Photographer John Churchman's favorite subjects are ones with attitude. One-hundred chickens are his models. No, really. He takes their photos for high-end chicken catalogs.
Reporter Gina Bullard: What is it like working with models? Are they high maintenance?
John Churchman: No, they're easy. You just basically have to feed them and take care of them.
Around 25 lay eggs and the rest are roosters. They live in four coops he built from the ground up.
"This one's divided into two sections. The roosters are on that side as you saw and on this side is where the layers are," Churchman said.
These hen houses, along with 15 others, will be on display for the 2013 Chicken Coop Tour in Underhill, Jericho and Essex. Money raised will go toward the Community Center in Jericho.
Gina Bullard: Are you proud of your chicken coops?
John Churchman: Oh, I love my chicken coops.
"They really run the gamut. There's some interesting and amazing setups out there," said Kim Cleary of the Community Center in Jericho.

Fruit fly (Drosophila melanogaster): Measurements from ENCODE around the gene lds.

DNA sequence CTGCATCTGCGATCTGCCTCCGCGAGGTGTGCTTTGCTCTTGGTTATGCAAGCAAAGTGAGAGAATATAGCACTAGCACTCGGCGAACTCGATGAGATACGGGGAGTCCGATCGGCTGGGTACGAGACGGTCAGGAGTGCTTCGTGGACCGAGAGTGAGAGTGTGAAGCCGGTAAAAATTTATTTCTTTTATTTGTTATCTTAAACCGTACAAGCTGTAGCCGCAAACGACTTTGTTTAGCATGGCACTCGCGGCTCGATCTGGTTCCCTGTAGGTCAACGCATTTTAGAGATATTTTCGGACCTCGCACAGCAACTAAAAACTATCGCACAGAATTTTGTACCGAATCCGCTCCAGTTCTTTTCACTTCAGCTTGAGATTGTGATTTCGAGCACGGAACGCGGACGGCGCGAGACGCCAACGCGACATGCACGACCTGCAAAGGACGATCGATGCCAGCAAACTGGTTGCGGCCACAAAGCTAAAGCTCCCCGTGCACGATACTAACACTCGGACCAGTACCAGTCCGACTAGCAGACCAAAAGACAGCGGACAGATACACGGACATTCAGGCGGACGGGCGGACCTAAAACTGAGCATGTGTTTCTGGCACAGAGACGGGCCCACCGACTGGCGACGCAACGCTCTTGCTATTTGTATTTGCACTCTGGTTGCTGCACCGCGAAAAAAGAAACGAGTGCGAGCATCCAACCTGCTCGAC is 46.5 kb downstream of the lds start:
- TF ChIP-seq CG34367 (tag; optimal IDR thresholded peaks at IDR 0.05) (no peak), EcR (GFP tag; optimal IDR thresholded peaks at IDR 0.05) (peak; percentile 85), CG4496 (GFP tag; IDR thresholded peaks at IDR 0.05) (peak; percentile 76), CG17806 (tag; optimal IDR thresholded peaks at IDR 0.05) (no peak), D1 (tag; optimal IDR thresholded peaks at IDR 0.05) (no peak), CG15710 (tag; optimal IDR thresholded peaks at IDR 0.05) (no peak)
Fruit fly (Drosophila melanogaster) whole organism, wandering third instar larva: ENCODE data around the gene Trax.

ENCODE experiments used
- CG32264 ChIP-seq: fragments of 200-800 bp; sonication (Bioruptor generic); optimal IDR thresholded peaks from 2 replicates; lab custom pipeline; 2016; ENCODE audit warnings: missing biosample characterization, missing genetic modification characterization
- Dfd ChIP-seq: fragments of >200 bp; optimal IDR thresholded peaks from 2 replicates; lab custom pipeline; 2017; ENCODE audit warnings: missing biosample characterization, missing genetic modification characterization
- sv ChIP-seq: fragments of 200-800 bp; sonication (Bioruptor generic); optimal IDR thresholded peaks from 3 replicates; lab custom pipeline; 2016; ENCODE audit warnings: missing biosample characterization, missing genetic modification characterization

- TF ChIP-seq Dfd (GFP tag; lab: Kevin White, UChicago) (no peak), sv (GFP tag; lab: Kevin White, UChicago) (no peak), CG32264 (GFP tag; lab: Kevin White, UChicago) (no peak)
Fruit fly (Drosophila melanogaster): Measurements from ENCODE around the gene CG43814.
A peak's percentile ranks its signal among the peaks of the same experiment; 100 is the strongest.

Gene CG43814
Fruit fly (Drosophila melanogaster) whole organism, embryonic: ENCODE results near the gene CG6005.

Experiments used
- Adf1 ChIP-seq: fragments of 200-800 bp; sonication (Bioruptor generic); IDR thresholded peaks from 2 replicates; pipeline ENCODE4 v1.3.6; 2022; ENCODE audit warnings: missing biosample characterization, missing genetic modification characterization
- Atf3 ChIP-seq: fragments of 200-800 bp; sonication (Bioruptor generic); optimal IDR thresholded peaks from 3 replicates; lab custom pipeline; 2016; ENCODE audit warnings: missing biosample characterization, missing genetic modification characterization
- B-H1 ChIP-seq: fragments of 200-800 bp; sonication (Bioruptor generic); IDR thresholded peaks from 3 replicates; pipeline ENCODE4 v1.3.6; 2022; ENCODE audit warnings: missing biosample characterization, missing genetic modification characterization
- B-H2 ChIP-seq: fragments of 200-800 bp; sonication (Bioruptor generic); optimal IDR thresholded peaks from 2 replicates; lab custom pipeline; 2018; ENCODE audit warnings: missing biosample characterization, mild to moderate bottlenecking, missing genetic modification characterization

Along with Churchman's collection of 40 different heritage breeds, his draining compost floors are unique.
"You just keep building it up with shaving to keep it fairly hygienic, so there's not the phenomenal smell," Churchman explained.
At Donna Martin's home in Underhill, her houses are often referred to as the Taj Mahal of coops.
Donna Martin: It's not very lavish inside.
Gina Bullard: It looks lavish from the outside.
Donna Martin: Nah! No!
Gina Bullard: Why did you want to have a pretty chicken coop?
Donna Martin: Why not? It probably didn't cost a whole lot more to put up a very nice coop.
Martin and her husband used reclaimed doors and windows, a slate roof and insulated the chicken and duck coop so water doesn't freeze in the winter.
"Most people don't believe it's a coop, they think it's a studio!" Martin said.
"People really take pride in their coops," Cleary said. "They want them to be creative and have some spunk and each one has great little details that are unique to the person that made them."
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